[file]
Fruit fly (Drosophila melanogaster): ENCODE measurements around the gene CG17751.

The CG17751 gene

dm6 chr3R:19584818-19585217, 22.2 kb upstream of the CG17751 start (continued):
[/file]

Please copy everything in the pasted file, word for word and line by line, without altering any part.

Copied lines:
Fruit fly (Drosophila melanogaster): ENCODE measurements around the gene CG17751.

The CG17751 gene

dm6 chr3R:19584818-19585217, 22.2 kb upstream of the CG17751 start (continued):